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    #1

    movie review

    The following sentences are from the movie review ' The notebook' and ther are some parts I cannot understand the meaning exactly( THe red parts) Can you please explain them in other words?

    1. Directed by Nick and graced with an attractive and talented cast, it has become the romance of the summer.

    2. It is such a cliche-ridden, and emotionally manipulative misadventure in film-making.

    3. The Notebook is two different flims in one and therein lie both its appeal and its chief problem. ( what is the underlying meaning of this sentence? I am very confused)

    4. In a pastiche of every romantic movie ever made, she quicly falls the charms of raggedly handsome man who hails from the wrong side of the tracks.

  1. BobK's Avatar
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    #2

    Re: movie review

    Quote Originally Posted by bosun View Post
    The following sentences are from the movie review ' The notebook' and ther are some parts I cannot understand the meaning exactly( THe red parts) Can you please explain them in other words?

    1. Directed by Nick and graced with an attractive and talented cast, it has become the romance of the summer.
    If something is "graced with" someone's presence, it benefits from it. It's often marks sarcasm: A teacher might say to a late schoolboy 'I was wondering when you'd grace us with your presence'. In the context of the review, I think the word is badly chosen.

    2. It is such a cliche-ridden, and emotionally manipulative misadventure in film-making.
    Oh dear; is it worth unpicking this horrid sentence? Ah well: a "misadventure" is something that shouldn't have happened; the word exists primarily in the phrase 'death by misadventure'. If a film is "emotionally manipulative" it tries to make the audience feel a certain way. Look up 'cliche' in a dictionary. The suffix '-ridden' can be added to a noun to make the noun suffer from the word it's attached to: something that's "cliche-ridden" suffers from being full of cliches.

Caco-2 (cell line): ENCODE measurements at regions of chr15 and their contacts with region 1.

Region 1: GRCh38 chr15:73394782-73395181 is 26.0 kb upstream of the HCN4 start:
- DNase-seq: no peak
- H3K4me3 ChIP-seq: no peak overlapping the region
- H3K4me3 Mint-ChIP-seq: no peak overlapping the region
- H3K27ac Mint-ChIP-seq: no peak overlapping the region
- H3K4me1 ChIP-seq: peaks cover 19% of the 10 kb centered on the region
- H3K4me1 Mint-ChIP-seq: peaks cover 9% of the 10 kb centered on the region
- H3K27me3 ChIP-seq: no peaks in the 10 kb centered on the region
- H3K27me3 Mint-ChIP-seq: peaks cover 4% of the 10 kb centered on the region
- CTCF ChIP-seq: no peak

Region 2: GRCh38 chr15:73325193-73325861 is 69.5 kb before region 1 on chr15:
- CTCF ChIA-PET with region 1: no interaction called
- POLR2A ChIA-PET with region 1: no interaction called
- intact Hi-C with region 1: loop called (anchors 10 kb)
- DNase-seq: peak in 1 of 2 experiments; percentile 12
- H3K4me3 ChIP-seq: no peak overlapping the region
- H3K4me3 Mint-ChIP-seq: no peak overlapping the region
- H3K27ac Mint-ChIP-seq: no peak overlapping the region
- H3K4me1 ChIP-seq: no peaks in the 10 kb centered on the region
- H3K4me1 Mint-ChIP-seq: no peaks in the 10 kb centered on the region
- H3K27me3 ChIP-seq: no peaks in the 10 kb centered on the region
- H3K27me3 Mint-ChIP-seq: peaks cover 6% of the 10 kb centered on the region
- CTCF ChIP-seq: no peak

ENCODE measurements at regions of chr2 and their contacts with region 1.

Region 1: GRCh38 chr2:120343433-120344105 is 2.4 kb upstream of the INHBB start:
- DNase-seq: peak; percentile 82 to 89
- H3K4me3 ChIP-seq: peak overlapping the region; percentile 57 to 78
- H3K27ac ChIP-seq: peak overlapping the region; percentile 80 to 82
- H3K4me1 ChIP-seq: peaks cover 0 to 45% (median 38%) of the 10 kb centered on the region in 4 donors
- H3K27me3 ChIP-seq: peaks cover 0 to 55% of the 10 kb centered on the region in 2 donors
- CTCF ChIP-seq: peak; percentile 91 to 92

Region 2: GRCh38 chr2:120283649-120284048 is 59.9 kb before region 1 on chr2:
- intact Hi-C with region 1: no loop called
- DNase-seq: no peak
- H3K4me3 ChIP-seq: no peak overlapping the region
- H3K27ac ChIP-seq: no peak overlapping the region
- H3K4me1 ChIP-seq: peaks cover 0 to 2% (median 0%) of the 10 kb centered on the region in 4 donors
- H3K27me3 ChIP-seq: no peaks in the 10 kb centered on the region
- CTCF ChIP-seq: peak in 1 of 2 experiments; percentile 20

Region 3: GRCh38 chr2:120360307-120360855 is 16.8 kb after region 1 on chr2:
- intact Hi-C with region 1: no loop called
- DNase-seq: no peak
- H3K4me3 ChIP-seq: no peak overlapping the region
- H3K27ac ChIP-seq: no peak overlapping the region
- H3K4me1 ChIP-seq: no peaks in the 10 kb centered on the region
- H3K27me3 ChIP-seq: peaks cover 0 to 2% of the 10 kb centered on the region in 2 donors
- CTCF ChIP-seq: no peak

3. The Notebook is two different flims in one and therein lie both its appeal and its chief problem. ( what is the underlying meaning of this sentence? I am very confused)

    I don't know the film, but let's say it's a tragi-comedy (both a tragedy and a comedy - two films in one). This makes the film interesting, but it also makes it unsatisfying - it's not really either. The phrase 'therein lie' means '[they - the appeal and the problem]lie in that fact'; -"and that is the reason for the film's appeal - and at the same time it's chief problem'.
    4. In a pastiche of every romantic movie ever made, she quicly falls the charms of raggedly handsome man who hails from the wrong side of the tracks.
    A "pastiche" is a piece of art that sticks together (paste) lots of bits from other works.

    'hails from the wrong side of the tracks' - lives or originates from. Are you sure it's 'raggedly'? People in romantic comedies are usually ruggedly handsome. To say that he 'hails from the wrong side of the tracks' is to say that he had an unfashioinabe and/or poor or deprived background.
    At the risk of being told that it was written by Graham Greene or someone, I'd say it's not a very good piece of writing.

    b

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